Tiger Woods' car crash caused \$200 worth of damage to a tree. How do you measure that?

# Tiger Woods' car crash caused \$200 worth of damage to a tree. How do you measure that?

Dec. 4 2009 6:15 PM

# Stopping By Woods

## Tiger Woods' car crash caused \$200 worth of damage to a tree. How do you measure that?

Tiger Woods' car crash last week caused \$3,200 in property damage —\$3,000 to a fire hydrant and \$200 to a neighbor's tree, the Florida Highway Patrol announced Wednesday. How do you assess monetary damages to a tree?

It depends on its size. The simplest way to measure a small tree's value is to calculate how much it costs to replace. That's the price of a suitable substitute from a nearby nursery plus transport and labor costs. Dollar amounts vary depending on the species. A 3-foot Japanese Maple, for example, costs about \$200 in Illinois, whereas you can purchase a spruce for \$1.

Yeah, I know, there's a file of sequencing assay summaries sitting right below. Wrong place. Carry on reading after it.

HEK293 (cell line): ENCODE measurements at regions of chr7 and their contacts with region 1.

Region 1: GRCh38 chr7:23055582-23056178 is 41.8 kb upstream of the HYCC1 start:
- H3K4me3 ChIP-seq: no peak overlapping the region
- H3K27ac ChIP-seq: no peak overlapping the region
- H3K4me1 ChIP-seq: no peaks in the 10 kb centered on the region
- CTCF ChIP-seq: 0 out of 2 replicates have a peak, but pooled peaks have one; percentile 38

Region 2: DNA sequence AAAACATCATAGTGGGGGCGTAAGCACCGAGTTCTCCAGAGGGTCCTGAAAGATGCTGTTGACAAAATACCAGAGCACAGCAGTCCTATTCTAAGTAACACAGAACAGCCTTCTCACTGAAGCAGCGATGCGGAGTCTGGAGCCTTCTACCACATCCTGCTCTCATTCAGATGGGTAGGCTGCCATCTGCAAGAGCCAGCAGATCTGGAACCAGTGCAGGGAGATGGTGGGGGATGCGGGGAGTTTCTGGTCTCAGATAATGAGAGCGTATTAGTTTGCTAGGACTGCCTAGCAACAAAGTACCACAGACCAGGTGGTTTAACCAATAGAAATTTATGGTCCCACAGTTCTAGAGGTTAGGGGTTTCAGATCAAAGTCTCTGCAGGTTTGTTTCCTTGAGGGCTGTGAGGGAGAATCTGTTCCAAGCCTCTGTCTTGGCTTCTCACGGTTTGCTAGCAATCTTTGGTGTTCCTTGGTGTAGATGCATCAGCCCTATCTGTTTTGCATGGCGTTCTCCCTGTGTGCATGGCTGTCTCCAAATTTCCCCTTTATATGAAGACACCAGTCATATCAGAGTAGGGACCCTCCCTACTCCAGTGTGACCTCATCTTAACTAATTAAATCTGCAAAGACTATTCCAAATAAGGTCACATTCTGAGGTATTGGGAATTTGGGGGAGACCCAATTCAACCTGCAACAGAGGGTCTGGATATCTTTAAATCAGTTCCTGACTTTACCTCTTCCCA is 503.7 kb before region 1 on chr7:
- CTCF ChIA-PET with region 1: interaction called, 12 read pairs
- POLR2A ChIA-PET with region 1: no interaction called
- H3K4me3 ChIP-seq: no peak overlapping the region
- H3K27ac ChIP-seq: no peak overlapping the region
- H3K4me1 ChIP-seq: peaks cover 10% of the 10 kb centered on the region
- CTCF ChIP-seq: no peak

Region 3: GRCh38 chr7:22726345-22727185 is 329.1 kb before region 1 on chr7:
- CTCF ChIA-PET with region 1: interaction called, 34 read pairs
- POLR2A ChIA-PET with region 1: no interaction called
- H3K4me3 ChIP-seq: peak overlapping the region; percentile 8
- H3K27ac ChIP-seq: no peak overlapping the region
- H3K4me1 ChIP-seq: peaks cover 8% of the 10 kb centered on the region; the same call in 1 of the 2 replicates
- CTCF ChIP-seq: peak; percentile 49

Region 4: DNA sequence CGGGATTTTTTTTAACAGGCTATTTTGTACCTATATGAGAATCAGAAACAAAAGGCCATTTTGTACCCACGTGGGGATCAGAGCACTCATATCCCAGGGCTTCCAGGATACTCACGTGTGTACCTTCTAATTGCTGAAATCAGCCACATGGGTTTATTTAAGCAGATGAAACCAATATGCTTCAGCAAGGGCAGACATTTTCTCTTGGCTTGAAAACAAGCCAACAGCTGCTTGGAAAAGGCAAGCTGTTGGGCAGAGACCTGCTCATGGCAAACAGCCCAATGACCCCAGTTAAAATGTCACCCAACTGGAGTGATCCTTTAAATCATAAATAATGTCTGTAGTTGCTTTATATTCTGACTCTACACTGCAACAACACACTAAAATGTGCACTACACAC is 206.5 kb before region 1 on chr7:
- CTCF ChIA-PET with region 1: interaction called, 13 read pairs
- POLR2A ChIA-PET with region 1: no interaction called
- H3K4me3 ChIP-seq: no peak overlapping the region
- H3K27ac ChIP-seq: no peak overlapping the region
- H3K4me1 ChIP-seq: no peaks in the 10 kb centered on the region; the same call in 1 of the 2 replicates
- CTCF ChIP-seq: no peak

If a tree is decades-old and massive, calculating its cost is more complicated. The most straightforward way is the "trunk formula method," as laid out by the Council of Tree and Landscape Appraisers' Guide for Plant Appraisal. This formula incorporates the tree's size, species, location, and condition. You start with the tree's species rating—a number between zero and 100 that's based on all kinds of factors, from the tree's rarity to its gender to the quality of its wood. A female Ginkgo tree, for example, is cheaper than a male, because its seeds smell like vomit. (The ratings are set by regional plant-appraisal committees made up of tree growers, consulting arborists, and other specialists.) You then multiply the species rating by the tree's cost per square inch, which varies by region—for instance, urban trees cost more per square inch than rural trees—and add on the cost of replacing it to get the tree's "basic value." Lastly, you factor in its condition and location—again, a rating between zero and 100—to get its full value.